It’s Raining, It’s Pouring…

After spending six months in Susanville without any real rain event, the weather that November and December brought was startling.  It rained for multiple days in a row with few breaks in the clouds.  Although I was not too fond of the many wet and dreary days, I am relieved that the land is finally getting a bit of moisture.  The plants’ dismal seed production this year showed that they were more than a little parched.  All the precipitation has also created great conditions to apply stabilization and rehabilitation treatments to the 315,000 acre Rush wildfire that raged through the Eagle Lake BLM field office this past summer.

The process of drill seeding the severely burned areas has begun.  The rangeland drill seeder is a beast of a machine and I think everyone in our field office is pleasantly surprised by its capabilities.  Our land is unreasonably rocky, making any of the treatments we are trying to apply extremely difficult to achieve.  Luckily, the drill seeder can handle the rocks and great progress is being made on that front.

We have also started planting antelope bitterbrush (Purshia tridentata) in the burned area.  Bitterbrush is an important plant used for cover and forage by deer, antelope, and other wildlife species, and much of this habitat was burned in the Rush Fire.  Finding rock free sites with deep soils to plant bitterbrush seedlings is challenging, however.  Site conditions need to be just perfect for efficient and successful bitterbrush seedling planting, as the chainsaw auger used to drill deep holes for the seedlings does not agree with rocks and shallow soils.  With the help of volunteers, we have managed to plant about 2000 bitterbrush seedlings before the snow came and the ground froze.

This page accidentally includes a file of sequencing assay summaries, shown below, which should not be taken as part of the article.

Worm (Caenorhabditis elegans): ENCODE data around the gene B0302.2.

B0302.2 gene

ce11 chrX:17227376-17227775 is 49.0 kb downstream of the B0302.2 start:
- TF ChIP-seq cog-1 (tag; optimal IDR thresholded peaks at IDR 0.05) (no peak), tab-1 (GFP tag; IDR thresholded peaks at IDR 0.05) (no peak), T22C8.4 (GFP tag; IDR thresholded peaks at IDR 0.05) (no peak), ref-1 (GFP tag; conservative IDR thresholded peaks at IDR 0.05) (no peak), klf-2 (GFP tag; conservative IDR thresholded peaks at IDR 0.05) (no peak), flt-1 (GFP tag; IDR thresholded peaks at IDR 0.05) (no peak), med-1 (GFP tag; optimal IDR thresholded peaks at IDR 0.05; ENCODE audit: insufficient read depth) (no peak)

As the year 2012 comes to a close, I’ve been reflecting back on my experiences throughout the past year, and I couldn’t be more thrilled with how it turned out.  My first trip out West has been thanks to the CLM internship, and I have seen and done so much because of the awesome opportunity.  I have explored an astonishing nine National Parks in the short time I have lived in California, as well as visited several amazing cities.  I wasn’t anticipating being in Susanville for more than five months, but here I am seven months later, and just starting my extension.  There is still so much to explore and I can’t wait to see what the year 2013 holds!

Farewell to Farmington, New Mexico

My main project, Seeds of Success, has finished for the season so I have been gaining many new experiences in the Farmington, NM field office during my last month here.


I have been able to sit in on several office meetings with resource specialists. The most fascinating was a National Environmental Policy Act (NEPA) discussion with representatives of BLM natural resources branches and the project manager and consultant from Williams Oil and Gas. The company has submitted a proposal for a liquid fuels pipeline spanning from Ignacio, CO, crossing New Mexico, and ending in El Paso, TX. They were doing research on possible roadblocks that could occur on BLM land with regard to protected plants, animals, riparian areas, and cultural sites. It was really cool to see an active presentation, discussion and debate on this plan.  I believe personal communication is so much more powerful than email and at times even more efficient.


A couple weeks ago I went out in the field with our tribal coordinator, Esther, to scout the proposed pipeline route and make a tally of Navajo homesteads near the path of the pipeline. Esther will be consulting them about the pipeline and present information about the installation process. It seems that they don’t have weighted input for the pipeline but Esther is doing her best to explain the project and answer any questions. I wonder how the oil company views these homesteads.